To prevail in November, Joe Biden will need to confront lurking Russian trolls, dodge kneecapping nicknames and tune out the polls

click to enlarge Don't get too comfortable, Joe. - GAGE SKIDMORE PHOTO
Gage Skidmore photo
Don't get too comfortable, Joe.

Remember 2016, when all the pundits and "experts" had Hillary Clinton beating Donald Trump easily? Then, razor-thin votes in three states won the election for a man who lost the popular vote by upwards of 3 million ballots — a man who then went on to disgrace the very office the Electoral College, in all its twisted logic, had bestowed on him. Now, three-and-a-half years later, he has destroyed, for now, the United States' leadership position in the world; he has failed disastrously to anticipate, let alone lead the country through the coronavirus plague; and he's turned lying into what comes with the morning mail.

Yes, as the Mueller Report shows, Russia did interfere with the election and will try and do it again. Hillary Clinton didn't pick up on any of this. At the same time, more respectable hackers such as Cambridge Analytica effectively controlled critical numbers of voters in key states. Nor did Clinton pick up on this.

And there was more: In all the debates, Trump would stalk behind her. Hillary said nothing. She states in her book What Happened that she knew what Trump was doing, and as she saw it she writes that she had two choices: A and B. A was to be above it all, to assume that by showing to be very professional and self-contained she would be seen in a good light. B was to turn and tell him to get his you-know-what back to where it belonged. She chose A, in retrospect a very bad choice.

Trump actually gave her several opportunities to pick "B," but throughout she stuck with A. That strategy left her armed with a knife at what was more like a gunfight.

Another mistake Clinton made was to believe the pollsters. She was a cinch to win, that's what they said. She heard this over and over again when she should have been alerted to the changing situation, she wasn't. Wisconsin, Michigan and Pennsylvania all needed her attention and — crucially — voted for Trump.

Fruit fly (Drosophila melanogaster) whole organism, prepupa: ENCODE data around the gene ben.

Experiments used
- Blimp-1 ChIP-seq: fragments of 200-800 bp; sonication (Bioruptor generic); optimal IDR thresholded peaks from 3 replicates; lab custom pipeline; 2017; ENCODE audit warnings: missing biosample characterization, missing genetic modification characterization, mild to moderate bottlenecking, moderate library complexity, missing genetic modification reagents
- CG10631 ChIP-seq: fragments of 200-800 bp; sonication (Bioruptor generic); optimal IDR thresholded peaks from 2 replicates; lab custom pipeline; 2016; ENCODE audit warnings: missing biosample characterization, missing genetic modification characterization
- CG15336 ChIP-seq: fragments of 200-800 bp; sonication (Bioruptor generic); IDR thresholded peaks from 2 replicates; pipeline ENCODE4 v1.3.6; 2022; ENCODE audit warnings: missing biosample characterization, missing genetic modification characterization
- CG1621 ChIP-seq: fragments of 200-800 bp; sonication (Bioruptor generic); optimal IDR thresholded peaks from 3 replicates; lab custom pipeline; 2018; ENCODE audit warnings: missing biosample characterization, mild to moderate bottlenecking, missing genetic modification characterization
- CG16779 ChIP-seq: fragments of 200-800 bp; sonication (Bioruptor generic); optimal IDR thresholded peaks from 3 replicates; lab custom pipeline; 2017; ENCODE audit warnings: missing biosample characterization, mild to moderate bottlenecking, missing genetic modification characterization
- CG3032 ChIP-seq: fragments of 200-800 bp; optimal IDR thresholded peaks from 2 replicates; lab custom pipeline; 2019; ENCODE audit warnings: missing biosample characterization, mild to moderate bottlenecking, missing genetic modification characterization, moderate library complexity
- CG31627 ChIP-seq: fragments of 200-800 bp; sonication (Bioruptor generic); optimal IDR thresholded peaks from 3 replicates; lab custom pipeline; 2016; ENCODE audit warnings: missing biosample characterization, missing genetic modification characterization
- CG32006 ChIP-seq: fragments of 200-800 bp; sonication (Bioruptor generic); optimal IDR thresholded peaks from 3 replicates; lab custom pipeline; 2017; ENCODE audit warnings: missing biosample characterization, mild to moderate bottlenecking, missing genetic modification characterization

A harbinger of things to come?

Joe Biden needs to keep in mind that four years ago, Trump was almost as far behind Clinton in the polls as Trump is behind Biden today. And then there's the Electoral College.

My first piece of unsought advice (aside from dumping the Electoral College) is to suggest that Biden forget the polls that today show him up by double digits and instead figure out how not to duplicate Clinton's mistakes.

Hillary in so many ways was an impressive candidate. She was selected by President Obama to be Secretary of State, which required a Senate vote. She was confirmed by a bipartisan vote of 94-2! The message? Her peers, on both sides of the aisle, were impressed by her intellect and competence.

I met Hillary Clinton only one time. At the old Ridpath, she was here to campaign for her husband several years back. She came out on stage, was introduced and delivered from memory a very well-thought-out speech. No pauses, no corrections — she did it from memory.

Very impressive, but what followed was even better. Her staff wanted to hustle her out, no doubt to another gathering. But she wanted to meet the crowd, so she brushed aside her handlers and came down to the floor. She happened to walk in front of me, and I stretched out my hand and asked her a question. She paused again, looked me in the eye and provided a well-reasoned answer to my question; all along, I had her undivided attention.

Now as an old D.C. hand, I can tell you this isn't the Washington, D.C. way — trust me. You ask the question knowing full well the person asked is looking down the line for his next exchange. Hillary didn't do that. She gave me her undivided attention.

Then, along came Trump. He begins referring to her as "crooked Hillary." The very same senators who knew her and praised her work by a vote of 94-2 would all just go along with the "crooked Hillary" lie. If they didn't believe all this nonsense, they certainly kept it to themselves.

Could she have somehow stopped all this nonsense and won? Given the help Trump was getting from the Russians and other hackers, who knows? The thing is, she never really tried — never addressed these lies and frauds directly any more than she put a stop to Trump prowling the stage.

Biden needs to remember all this: It will be a gunfight, not a knife fight. Trump will denounce Joe for so many non-reasons. He will insult him. He will lie about him. We may not hear the words "crooked Joe," but who knows. To win, Joe will need to learn from Hillary's mistakes. ♦

Robert Herold has been writing in the Inlander about politics, both national and local, since 1994. A selection of his columns are collected in Robert's Rules (Inlander Books).

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About The Author

Robert Herold

Robert Herold is a retired professor of public administration and political science at both Eastern Washington University and Gonzaga University. Robert Herold's collection of Inlander columns dating back to 1995, Robert's Rules, is available at Auntie's.